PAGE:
When the sun is shining overhead and the temperature is balmy, you may be itching to get out and take your pup for a walk. But while we wear shoes to protect our feet, we must be mindful that our dogs don’t get the same luxury.
In the heat of summer, asphalt and pavement can rise to extreme temperatures and put your dog’s paw pads at risk. It’s very important to be mindful of how warm the ground can be before taking your dog out and take the necessary precautions to prevent burns, as well as be able to identify burns if they do happen accidentally.
Hot pavement and your pup’s paws
We often do not realize how hot asphalt and pavement can get in the summer because we typically wear shoes outside that protect us from extreme temperatures.
Your dog’s paw pads are tough and are able to withstand significant pressure, but they are able to get burned or injured. The heat from the pavement can dry out the paw pad, causing cracking, and even burn the skin of the pad like a traditional burn.
A quick rule of thumb is to check the pavement’s heat with your hand. If it’s too hot to touch, it’s definitely too hot for your dog to walk on safely, and you should find another place to walk or head inside until the pavement cools off.
Identifying and treating paw pad burns
If your dog has experienced a burn on one or more of its paws, it will typically show signs of discomfort while walking. It may even refuse to walk or play because of the pain on its paws.
Other symptoms may include limping, crying or whining while walking and holding up a particular foot. Your dog may also lick its paw repeatedly.
If you notice these signs, inspect the bottom of your dog’s paw. Burns will usually be visible, looking rough or inflamed and potentially even causing the normally black paw pad to look red. The pad may also have blisters, which can rupture after a few days.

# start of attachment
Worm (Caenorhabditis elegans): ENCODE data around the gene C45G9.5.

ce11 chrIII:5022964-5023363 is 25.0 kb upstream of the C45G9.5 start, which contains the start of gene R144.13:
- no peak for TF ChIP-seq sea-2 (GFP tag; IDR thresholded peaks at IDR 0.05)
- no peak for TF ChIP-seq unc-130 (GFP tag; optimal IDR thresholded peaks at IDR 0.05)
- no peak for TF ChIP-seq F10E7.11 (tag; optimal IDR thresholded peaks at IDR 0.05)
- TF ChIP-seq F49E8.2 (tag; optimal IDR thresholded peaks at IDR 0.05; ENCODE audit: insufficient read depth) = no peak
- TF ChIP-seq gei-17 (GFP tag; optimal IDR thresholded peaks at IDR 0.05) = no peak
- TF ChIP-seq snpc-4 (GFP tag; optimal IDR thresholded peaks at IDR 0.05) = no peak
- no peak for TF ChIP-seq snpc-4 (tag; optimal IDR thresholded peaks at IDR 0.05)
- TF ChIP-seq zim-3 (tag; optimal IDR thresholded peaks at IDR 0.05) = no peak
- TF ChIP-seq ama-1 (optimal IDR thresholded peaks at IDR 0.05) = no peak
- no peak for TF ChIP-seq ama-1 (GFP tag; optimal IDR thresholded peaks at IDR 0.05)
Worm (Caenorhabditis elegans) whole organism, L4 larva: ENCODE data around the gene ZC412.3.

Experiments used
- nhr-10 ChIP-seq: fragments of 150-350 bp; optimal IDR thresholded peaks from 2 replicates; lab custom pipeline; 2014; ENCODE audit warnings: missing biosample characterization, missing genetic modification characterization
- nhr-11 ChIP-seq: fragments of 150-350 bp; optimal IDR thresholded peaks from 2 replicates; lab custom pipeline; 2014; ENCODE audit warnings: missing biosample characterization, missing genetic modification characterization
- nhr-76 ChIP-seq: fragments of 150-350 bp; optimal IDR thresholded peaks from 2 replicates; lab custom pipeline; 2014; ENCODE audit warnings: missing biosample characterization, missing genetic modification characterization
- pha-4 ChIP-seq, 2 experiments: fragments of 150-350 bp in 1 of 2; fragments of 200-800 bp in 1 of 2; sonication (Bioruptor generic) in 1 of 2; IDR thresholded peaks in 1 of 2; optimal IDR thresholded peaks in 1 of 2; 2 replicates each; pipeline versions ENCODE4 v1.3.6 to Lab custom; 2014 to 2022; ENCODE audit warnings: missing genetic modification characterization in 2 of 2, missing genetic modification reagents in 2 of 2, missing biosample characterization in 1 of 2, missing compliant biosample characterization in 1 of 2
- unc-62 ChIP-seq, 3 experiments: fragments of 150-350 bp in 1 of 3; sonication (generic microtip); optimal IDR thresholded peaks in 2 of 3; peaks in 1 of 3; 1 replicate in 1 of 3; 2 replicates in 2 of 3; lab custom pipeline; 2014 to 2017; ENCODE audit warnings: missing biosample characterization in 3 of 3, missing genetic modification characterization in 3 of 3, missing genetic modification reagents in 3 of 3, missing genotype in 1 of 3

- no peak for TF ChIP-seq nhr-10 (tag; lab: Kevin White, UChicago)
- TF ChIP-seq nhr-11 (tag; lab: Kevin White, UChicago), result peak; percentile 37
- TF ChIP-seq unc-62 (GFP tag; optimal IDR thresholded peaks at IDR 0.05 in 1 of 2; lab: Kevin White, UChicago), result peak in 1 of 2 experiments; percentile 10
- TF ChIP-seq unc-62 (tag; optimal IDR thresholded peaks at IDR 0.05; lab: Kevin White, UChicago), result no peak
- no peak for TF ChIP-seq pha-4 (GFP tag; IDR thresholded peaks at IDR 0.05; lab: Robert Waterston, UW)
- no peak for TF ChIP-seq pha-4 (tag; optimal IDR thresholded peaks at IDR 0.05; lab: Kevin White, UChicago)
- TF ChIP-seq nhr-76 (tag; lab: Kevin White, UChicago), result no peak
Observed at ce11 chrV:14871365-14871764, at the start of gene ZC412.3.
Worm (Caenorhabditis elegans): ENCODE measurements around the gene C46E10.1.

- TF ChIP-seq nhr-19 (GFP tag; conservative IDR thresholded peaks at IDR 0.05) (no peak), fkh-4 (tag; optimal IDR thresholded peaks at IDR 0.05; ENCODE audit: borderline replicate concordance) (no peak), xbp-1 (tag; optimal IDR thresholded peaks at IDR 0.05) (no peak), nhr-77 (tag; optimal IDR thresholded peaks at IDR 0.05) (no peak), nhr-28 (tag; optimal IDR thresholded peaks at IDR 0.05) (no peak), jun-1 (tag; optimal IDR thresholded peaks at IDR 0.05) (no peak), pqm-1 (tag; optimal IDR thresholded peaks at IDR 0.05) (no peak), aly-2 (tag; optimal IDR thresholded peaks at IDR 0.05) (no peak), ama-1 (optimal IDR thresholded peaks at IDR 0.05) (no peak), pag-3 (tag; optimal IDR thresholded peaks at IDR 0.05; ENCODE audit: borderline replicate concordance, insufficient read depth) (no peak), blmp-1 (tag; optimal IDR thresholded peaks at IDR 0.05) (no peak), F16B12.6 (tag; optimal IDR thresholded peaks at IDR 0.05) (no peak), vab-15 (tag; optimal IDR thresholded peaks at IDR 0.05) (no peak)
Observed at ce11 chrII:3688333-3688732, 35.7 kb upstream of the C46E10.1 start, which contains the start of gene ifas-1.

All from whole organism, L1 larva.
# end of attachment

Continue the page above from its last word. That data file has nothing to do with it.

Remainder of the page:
Once a paw pad burn has been detected, you’ll want to get it treated to protect your dog’s foot and make it more comfortable. Soak your dog’s paw in slightly cool water to help ease the pain and rinse away any dirt or debris. Minor burns can potentially be treated at home using gauze and antibacterial ointment, but more severe burns should be examined by a veterinarian.
Burns on the feet can easily get infected, so many dogs will need to be monitored and potentially put on antibiotics. Regardless of the severity of the burn, your dog will need to rest and stay off its feet as much as possible—and avoid walking on hot pavement, in particular. The tissue on the affected paw pad will need to heal and/or regrow, which can take a while depending on how severe the burn was.
Fortunately, there are many ways you can help your dog protect its paws and stay comfortable while also enjoying the outdoors this summer.
- Use dog booties: Get your dog booties or socks for its paws that put a layer of protection between its feet and the pavement. It may take some time for your dog to get used to booties, but with patience and practice, it should tolerate them eventually. Booties are not only great for summer, but also in winter and on more rugged terrain.
- Walk when it’s cooler: Try to take walks earlier in the day or later in the evening when the sun hasn’t been shining directly on the ground. You should still test the heat of the pavement before walking, but it is more likely to be cooler at these times than at midday.
- Walk on different terrain: If you do walk when it’s been sunny, take walks in grassy areas like parks instead of on pavement, asphalt or brick. Shaded areas might be a little cooler, as well.
- Keep walks shorter: The sun holds many dangers for your pup, including pavement burns, sunburn and heatstroke. Taking shorter walks, even multiple times a day, can prevent prolonged exposure to these dangers and keep your pup safe.
Remember that heat can affect our dogs differently than it affects us, so just because we aren’t hot or exhausted, it doesn’t mean they aren’t. Be mindful of your dog’s paws and check them after summer walks to prevent and identify painful burns.